As I sat down to write this article, I promised myself to not mention the word(s) ‘COVID-19’, but I couldn’t help it. The virus has put a magnifying glass on the need for technology in our daily working lives. And as of this present moment, for many of us, COVID-19 has changed not only how we work, but where we work.

As someone who has worked from home for the past few years, I understand how difficult it can be to stay on top of your tasks and remain productive/collaborative with the rest of your team. It took me a long time to learn what works best for me. So, I thought I’d share a few tips for how I’ve successfully managed a remote working team.

*note, tips 5 and 6 may be something you haven’t heard of.

*note, most of the tips I’ve mentioned are free or have freemium offerings.

Six Tools to Use when managing a Remote Team of Title Agents

  1. Cloud-Based File Storage

Examples – Google Drive, Dropbox & Mega.NZ

Usage – Allows you to securely store documents and collaborate on files.

Notes – I personally use Google Drive, as I found it integrated well with other tools and provided an online alternative to Microsoft’s Office products. You can create ‘Excel’ spreadsheets, create ‘Word’ documents, and transfer these files easily across your team using any of these tools mentioned.

  1. Instant Messaging Software

Examples – Slack, Microsoft Teams & Facebook Workspace.

Usage – Allows you to communicate directly with coworkers, create channels and it integrates well with other online tools – such as Google Drive/Trello.

Notes – People who are apprehensive about tools like Slack often ask, “How is it different from email?” – I found the difference is in its real-time communication. Consider it like this, Slack is for instant messaging things that aren’t relevant over email and for those long communication chains where you just need a quick/informal answer. In other words, water cooler talk. I’ve found in many ways that Slack has replaced my internal email communication.

  1. Project Management Software

Examples – Trello, & Asana.

Usage – Create visual work boards, assign tasks and easily identify priority tasks

Notes – Project management software is probably the thing I find most useful on this list. Instead of using sticky notes, I’m able to keep track of my personal tasks and manage the priority tasks for my team. It’s a great way to visually recognize where a project is and what needs to be done to get it to completion. I personally use Trello right now, although I’ve used all examples listed and found each one to be excellent.

  1. Zoom (Or any video conferencing software).

Examples – Zoom, Cisco and GoToMeeting

Usage – video conferencing meetings, audio conferencing, webinars, meeting recordings, and live chat.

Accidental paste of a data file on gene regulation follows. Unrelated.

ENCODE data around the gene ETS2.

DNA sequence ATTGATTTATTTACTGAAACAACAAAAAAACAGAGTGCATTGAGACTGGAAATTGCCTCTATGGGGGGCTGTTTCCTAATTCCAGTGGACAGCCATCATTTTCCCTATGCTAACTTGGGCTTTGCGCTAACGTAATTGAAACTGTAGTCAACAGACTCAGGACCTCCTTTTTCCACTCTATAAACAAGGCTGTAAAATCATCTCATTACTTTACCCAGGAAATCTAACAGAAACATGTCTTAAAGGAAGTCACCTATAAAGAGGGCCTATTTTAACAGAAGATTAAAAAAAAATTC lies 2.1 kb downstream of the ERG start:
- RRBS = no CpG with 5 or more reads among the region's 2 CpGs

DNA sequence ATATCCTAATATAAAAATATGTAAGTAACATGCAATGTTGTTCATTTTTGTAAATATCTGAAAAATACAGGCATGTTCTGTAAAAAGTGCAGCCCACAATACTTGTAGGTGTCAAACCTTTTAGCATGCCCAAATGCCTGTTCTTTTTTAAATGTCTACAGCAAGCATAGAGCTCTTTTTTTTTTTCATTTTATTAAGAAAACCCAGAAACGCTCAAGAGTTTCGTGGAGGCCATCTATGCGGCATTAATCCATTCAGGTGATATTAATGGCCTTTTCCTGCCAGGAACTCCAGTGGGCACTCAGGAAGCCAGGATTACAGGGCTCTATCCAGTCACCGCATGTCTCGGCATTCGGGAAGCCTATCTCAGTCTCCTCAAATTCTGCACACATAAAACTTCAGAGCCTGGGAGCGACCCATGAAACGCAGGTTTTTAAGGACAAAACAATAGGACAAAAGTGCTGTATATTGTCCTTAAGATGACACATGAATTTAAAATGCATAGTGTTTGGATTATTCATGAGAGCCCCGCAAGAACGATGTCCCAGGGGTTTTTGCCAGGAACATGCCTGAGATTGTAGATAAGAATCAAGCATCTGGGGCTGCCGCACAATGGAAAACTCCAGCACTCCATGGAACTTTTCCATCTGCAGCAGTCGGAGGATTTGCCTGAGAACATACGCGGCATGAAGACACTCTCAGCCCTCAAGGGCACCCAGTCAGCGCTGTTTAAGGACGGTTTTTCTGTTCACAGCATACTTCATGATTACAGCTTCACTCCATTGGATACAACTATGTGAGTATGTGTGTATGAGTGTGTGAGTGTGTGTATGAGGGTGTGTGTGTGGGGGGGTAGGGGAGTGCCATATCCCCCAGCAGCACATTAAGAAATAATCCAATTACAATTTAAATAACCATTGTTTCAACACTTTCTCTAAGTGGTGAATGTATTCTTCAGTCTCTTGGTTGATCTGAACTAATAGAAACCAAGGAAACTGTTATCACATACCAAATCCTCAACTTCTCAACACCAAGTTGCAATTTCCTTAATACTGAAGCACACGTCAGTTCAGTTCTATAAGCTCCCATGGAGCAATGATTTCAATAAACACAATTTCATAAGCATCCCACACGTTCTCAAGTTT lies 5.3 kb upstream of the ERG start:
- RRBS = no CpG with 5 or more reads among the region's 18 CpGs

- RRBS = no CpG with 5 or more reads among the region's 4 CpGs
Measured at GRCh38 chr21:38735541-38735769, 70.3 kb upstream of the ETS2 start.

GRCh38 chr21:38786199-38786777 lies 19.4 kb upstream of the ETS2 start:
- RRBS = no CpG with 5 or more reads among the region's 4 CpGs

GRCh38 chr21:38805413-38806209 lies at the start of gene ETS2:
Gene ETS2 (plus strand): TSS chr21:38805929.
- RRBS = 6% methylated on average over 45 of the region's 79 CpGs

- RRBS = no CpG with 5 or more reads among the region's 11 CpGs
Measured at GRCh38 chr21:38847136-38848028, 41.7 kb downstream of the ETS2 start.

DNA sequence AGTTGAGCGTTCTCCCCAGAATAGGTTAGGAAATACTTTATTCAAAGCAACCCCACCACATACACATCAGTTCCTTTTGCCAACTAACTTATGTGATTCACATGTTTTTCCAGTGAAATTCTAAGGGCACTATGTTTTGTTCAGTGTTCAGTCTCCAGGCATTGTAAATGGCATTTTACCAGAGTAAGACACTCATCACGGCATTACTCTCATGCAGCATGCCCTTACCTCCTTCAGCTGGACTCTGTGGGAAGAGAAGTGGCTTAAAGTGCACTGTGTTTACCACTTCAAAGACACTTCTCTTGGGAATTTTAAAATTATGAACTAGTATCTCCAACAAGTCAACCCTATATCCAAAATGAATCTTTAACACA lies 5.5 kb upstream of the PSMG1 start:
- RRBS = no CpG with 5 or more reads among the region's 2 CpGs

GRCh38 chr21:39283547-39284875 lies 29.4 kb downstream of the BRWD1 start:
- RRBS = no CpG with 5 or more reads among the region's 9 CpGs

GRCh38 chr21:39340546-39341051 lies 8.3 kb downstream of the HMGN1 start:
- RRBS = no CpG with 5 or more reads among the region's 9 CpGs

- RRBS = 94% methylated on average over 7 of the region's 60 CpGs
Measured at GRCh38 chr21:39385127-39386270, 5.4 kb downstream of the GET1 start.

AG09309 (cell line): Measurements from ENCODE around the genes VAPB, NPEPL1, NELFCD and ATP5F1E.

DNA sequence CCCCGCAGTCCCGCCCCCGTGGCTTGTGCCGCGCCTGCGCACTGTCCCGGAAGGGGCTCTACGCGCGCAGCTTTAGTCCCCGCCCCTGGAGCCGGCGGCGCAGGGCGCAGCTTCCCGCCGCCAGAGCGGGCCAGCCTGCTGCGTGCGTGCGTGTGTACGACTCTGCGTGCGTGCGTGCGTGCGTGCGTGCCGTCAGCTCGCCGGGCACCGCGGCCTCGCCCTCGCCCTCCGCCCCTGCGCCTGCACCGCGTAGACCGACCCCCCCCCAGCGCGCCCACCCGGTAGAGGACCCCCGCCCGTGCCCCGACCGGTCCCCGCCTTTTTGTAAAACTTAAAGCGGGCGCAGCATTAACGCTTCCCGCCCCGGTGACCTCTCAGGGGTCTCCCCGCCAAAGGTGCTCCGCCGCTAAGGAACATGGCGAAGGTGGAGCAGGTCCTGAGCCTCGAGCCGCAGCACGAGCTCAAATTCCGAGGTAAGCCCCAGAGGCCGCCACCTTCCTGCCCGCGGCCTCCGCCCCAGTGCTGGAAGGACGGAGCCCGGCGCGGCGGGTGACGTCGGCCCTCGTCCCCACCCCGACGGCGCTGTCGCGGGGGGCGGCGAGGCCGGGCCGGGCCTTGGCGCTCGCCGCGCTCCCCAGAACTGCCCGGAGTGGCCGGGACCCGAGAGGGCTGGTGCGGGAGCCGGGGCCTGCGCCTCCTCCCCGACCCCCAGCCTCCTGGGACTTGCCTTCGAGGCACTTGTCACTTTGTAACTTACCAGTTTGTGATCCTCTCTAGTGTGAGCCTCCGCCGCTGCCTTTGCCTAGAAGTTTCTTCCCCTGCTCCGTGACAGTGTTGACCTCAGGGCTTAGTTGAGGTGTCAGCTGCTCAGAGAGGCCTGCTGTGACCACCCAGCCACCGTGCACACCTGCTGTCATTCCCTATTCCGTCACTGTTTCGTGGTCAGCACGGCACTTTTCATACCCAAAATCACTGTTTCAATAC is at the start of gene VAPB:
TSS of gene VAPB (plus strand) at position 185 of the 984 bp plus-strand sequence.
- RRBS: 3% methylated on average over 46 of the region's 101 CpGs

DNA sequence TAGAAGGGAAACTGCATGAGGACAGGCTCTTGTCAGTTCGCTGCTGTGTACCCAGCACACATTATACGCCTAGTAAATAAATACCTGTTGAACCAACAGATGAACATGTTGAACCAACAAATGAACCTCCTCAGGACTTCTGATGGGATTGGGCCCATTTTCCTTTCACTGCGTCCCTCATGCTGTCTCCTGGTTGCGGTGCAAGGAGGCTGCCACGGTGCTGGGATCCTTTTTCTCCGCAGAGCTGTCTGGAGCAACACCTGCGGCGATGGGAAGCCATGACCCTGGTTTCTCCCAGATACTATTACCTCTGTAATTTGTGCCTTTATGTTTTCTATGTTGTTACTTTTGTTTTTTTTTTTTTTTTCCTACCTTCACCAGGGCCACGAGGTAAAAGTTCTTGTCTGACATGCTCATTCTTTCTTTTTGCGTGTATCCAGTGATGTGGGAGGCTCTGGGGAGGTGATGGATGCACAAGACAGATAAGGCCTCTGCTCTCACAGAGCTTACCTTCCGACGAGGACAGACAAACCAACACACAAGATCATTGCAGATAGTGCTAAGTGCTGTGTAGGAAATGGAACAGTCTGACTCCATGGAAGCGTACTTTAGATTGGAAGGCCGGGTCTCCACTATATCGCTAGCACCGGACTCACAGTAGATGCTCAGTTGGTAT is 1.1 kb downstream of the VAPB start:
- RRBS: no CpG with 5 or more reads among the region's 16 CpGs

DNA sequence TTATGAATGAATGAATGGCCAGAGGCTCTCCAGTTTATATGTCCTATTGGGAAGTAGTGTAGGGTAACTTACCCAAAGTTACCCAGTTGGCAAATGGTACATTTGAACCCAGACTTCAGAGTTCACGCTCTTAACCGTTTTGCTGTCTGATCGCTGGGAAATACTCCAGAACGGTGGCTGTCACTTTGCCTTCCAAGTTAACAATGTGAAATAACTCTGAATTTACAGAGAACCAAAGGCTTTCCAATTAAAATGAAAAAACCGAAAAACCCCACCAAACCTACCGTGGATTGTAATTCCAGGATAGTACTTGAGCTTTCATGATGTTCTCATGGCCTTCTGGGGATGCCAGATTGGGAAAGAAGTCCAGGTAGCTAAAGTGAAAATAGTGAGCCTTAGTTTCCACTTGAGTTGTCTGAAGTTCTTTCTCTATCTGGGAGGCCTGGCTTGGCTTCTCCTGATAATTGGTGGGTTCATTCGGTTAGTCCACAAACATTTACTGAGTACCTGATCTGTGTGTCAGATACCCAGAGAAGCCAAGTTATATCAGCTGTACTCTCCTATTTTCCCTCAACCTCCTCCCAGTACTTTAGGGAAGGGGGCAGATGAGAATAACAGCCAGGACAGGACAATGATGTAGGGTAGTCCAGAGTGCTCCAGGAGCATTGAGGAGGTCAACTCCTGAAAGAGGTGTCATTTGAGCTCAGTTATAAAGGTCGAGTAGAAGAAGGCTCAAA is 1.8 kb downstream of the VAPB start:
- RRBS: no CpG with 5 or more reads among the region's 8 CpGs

Notes – The hardest part about working from home is the isolation. While there is no substitute for physically seeing someone face-to-face, Zoom is the closest thing you’ll get to real-life. Zoom also provides a lot of fun tools for hosting webinars, like virtual backgrounds and quick polls.

  1. Visual Storyboards

Examples – Miro and Mural

Usage – In short, it’s a digital whiteboard that can be used for research, ideation, building customer journeys and user story maps, wireframing, and a range of other collaborative activities.

Notes – I love Miro. I’m in no way affiliated with them, I just love the product. While it’s particularly important for my marketing brethren to use tools like this, it can be used for any team that conducts research or needs to brainstorm a task.

  1. Password Management Tools

Examples – Bitwarden & Last Pass

Usage – Safely store your passwords and create secure notes.

Notes – This one may surprise you for making the list, after all, how do you “manage a team” with password management. But, if you’re like any of the companies I’ve worked at, you’ve probably stored some handwritten passwords in a folder that’s hidden away at someone’s desk. That’s not a great solution. Bitwarden is and it’s free.

I’ve used this analogy several times and I see no reason to not use it again. In the early 2000s, Netflix executives flew down to Blockbuster’s headquarters to pitch them the idea of buying Netflix. Blockbuster rejected the idea – unable to see the industry moving in the direction that Netflix presented. Evitably, Blockbuster fell behind in the market, while Netflix became a Fortune 500 company. Why is this relevant? If you don’t keep up with innovation, you’ll fall behind too.

COVID-19 may be temporary, but its effect on the workplace won’t be. Start looking at the tools now that will allow your team to succeed in what will become a predominately remote working landscape.

Affiliation with SnapClose

I’m Mitch, Token Australian, and Director of Marketing at SnapClose.